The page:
• Churchill

  • By: Roy Jenkins
  • Narrated by: Robert Whitfield
  • Length: 37 hrs and 31 mins
  • Unabridged Audiobook
  • Release date: 12-07-02
  • Language: English
  • Publisher: Blackstone Audio, Inc.
  • 4.5 out of 5 stars 4.4 (317 ratings)

Summary

Winston Churchill is an icon of modern history, but even though he was at the forefront of the political scene for almost 60 years, he might be remembered only as a minor player in the drama of British government had it not been for World War II. In this magisterial book, Roy Jenkins' unparalleled command of the political history of Britain and his own high-level government experience combine in a narrative account of Churchill's astounding career that is unmatched in its shrewd insights, its unforgettable anecdotes, the clarity of its overarching themes, and the author's nuanced appreciation of his extraordinary subject. From a very young age, Churchill believed he was destined to play a great role in the life of his nation, and he determined to prepare himself. Jenkins shows in fascinating detail how Churchill educated himself for greatness, how he worked out his livelihood (writing) as well as his professional life (politics), how he situated himself at every major site or moment in British imperial and governmental life. His parliamentary career was like no other - with its changes of allegiance (from the Conservative to the Liberal and back to the Conservative Party), its troughs and humiliations, its triumphs and peaks - and for decades, especially the crisis years of the late 1930s and the terrifying 1940s, when at last it was clear how vital Churchill was to the very survival of Britain. He evaluates Churchill's other accomplishments, his writings, with equal authority.
Exceptional in its breadth of knowledge and distinguished by its stylish wit and penetrating intelligence, this is one of the finest political biographies of our time.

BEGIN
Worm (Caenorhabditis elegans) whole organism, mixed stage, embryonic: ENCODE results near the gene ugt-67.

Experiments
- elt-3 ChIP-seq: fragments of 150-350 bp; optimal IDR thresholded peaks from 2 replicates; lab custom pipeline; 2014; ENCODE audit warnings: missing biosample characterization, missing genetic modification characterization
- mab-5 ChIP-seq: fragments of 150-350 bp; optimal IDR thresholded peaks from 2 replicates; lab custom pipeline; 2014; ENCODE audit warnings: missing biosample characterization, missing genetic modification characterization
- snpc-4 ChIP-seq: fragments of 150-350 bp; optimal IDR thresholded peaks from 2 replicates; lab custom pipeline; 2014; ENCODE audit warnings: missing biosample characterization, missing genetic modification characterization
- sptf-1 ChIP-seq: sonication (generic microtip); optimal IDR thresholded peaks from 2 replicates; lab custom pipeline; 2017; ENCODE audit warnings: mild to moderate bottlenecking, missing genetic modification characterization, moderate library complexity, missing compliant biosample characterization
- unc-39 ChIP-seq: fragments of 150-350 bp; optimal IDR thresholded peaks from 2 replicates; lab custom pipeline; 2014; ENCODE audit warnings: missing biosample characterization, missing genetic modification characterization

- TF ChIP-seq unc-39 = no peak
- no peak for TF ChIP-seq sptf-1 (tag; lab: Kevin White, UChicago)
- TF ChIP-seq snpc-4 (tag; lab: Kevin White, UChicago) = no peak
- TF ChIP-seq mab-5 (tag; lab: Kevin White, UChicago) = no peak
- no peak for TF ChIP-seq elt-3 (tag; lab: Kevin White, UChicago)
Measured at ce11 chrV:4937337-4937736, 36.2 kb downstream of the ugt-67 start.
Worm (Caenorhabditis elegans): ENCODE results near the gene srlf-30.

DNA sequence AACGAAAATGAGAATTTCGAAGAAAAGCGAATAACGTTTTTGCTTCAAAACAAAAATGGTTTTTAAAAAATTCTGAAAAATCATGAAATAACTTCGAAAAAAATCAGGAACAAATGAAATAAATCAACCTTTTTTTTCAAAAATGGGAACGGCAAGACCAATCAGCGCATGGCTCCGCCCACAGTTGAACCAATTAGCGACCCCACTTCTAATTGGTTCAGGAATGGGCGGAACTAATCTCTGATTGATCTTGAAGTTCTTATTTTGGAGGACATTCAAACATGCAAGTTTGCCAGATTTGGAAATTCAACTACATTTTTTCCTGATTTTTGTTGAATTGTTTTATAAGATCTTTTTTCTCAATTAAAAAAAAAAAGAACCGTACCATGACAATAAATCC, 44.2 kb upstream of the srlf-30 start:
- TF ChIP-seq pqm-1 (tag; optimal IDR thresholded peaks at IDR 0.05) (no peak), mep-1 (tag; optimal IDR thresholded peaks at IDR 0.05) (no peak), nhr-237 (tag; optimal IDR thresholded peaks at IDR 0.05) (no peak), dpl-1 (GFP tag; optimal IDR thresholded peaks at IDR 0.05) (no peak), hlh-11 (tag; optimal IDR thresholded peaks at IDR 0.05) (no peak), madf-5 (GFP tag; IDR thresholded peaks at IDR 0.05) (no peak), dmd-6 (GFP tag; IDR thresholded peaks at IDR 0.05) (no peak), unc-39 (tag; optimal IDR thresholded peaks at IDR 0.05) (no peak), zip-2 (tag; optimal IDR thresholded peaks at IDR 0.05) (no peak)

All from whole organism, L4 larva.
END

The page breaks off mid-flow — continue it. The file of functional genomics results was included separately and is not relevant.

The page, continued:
©2001 Roy Jenkins (P)2002 Blackstone Audiobooks
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Critic reviews

"A first-class, well-sustained work of history and a masterpiece of biography." ( The Sunday Telegraph)
"This is far and away Churchill's best one-volume biography." (Arthur Schlesinger, Jr.)
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Customer Reviews

Most Helpful
5 out of 5 stars
By Francis on 29-11-07

A biography worthy of Churchill

If anyone is wondering whether it is worthwhile to spend a day and a half of your life listening to this biography, I would answer resoundingly yes. Whatever your own political affiliations, Churchill remains a fascinating character and his biography is inextricably woven in with the history of the last century. Roy Jenkins is an excellent biographer: this is neither hagiography nor hatchet job.The narrative is clear and constantly interesting , the judgements on people and events are shrewd and judicious. In particular, as might be expected Jenkins is a masterly guide to the workings of the British political system. Robert Whitfield's reading is most competent: his Churchill imitation is only passable, but proves to be valuable as not the least pleasure of the book is the generous quotation of Churchill's own words from letters and speeches. No contemporary politician comes anywhere near his mastery of English. A measure of this biography's success is that it does not seem long or overdetailed despite its length. There are many biographies of Churchill -some even longer, others more concise -but this account of Jenkins impresses me as a fair-minded guide and a work worthy of its subject.

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22 of 22 people found this review helpful

5 out of 5 stars
By Francis on 29-11-07

A biography worthy of Churchill